It’s always been my opinion, when reading a great book, that there comes a time when the reader stops seeing the words.  He or she stops noting the interesting use of adjectives, or the choice of dialogue tags and starts seeing in their mind’s eye the images the author has painted.  He or she watches the hero climb the stairs into a forbidding darkness, sees the heroine huddle nearby, feels nervousness as the villain watches them both on a fuzzy close circuit TV screen.

This effect is not an easy one to pull off.  It means that the fiction is working on every level–structurally, philosophically, grammatically, narratively–and there are no distractions which draw the reader away from what John Gardner calls the fictional dream.  Any distraction, like a wedding band drummer who thinks he’s playing in a sixty-thousand seat stadium, will draw the reader’s attention, and cause them not to “see” the vision the author is trying to paint.

Almost anything can be a distraction.  For example, a writer I knew liked James Joyce a lot, so all of his dialogue used Joyce’s two-dash convention, instead of quotes, thusly:

–Heavens, no! James spouted.
–You heard what I said.  Renee said.

While stylistically, use of this convention may be avant garde and cool, it still represents one of those bumps which causes the reader to pause and have to think.  Other distractions include over-describing, overuse of adjectives or adverbs or problems with narrative voice.

This is why readers and reviewers are so important, and also I think why putting a piece aside for some period of time can be extremely critical to a writer’s vision of his own work.  Waiting for awhile helps you see the fictional dream in a way you can’t when you’re too close to it, but more importantly, it helps you identify those choices in your writing that distract from the seamlessness of the whole.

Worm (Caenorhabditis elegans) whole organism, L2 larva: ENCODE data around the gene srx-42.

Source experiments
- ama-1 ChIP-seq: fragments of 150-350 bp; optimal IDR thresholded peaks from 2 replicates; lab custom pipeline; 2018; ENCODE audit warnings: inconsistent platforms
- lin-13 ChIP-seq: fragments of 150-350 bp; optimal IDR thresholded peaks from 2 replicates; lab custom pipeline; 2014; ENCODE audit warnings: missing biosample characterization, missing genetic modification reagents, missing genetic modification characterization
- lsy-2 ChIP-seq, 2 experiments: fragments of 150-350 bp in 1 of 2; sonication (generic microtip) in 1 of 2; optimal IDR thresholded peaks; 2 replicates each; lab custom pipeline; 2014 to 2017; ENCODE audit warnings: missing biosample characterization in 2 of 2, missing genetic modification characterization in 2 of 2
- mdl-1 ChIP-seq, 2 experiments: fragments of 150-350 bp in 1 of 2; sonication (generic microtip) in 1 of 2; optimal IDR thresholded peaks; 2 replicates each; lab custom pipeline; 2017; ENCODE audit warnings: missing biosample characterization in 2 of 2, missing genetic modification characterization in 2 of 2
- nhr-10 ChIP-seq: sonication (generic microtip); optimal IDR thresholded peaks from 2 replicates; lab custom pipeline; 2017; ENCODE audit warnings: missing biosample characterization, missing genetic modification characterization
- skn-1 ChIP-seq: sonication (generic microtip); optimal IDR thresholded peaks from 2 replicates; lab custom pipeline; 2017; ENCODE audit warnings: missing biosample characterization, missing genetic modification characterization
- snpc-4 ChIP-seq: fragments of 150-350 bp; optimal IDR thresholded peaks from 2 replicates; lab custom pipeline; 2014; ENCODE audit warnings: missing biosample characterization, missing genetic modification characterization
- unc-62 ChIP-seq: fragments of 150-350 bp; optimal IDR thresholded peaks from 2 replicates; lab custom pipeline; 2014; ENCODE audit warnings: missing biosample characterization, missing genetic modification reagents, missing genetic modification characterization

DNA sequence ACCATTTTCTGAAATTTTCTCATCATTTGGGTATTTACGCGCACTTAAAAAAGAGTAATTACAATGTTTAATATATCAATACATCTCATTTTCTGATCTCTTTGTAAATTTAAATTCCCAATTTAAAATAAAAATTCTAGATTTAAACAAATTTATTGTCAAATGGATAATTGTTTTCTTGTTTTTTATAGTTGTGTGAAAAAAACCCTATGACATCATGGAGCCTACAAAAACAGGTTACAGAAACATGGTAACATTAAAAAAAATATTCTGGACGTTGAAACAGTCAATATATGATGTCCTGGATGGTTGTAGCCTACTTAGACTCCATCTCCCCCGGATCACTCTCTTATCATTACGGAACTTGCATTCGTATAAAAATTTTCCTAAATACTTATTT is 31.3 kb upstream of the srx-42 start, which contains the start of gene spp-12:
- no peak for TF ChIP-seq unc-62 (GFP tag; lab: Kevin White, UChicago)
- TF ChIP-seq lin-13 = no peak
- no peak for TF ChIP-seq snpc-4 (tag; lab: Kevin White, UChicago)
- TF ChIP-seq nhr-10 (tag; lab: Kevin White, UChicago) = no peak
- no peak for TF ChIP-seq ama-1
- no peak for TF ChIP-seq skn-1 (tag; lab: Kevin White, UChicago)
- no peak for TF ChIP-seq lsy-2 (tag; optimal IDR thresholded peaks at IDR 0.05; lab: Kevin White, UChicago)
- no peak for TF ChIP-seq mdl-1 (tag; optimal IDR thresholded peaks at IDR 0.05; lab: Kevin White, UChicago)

In other words, if your fiction is a rock band, make sure you don’t have one of these guys playing drums:

Have a groovy weekend and thanks for stopping by!

This is a just a quick note to update those who are interested in our trip progress.  If you are checking in for my usual brand of writing-related mental meanderings, I apologize.  Things have been busy.  Unfortunately, at this particular juncture, busy equals no time for writing–either the fiction or the blog variety.

But this is not to say that life isn’t going well.  We–Furnacegirl, Muffin, and I, plus pooch extraordinaire Stormy–are safely in Norfolk, awaiting our departure to Sicily by plane on Tuesday.  We are staying with a friend who owns a very nice condo on the beach, so the surroundings are warm and congenial and–except for the stack of stuff we still need to do–we have absolutely no complaints.

However, I do feel obligated to report that our drive up from Lafayette was not completely without incident.  There we were, having just crossed the I-10 bridge into Mississippi, when what should appear from the confines of the engine compartment?  A cheery white cloud of steam and coolant–accompanied by an angry red gauges light and a spike on the temp gauge.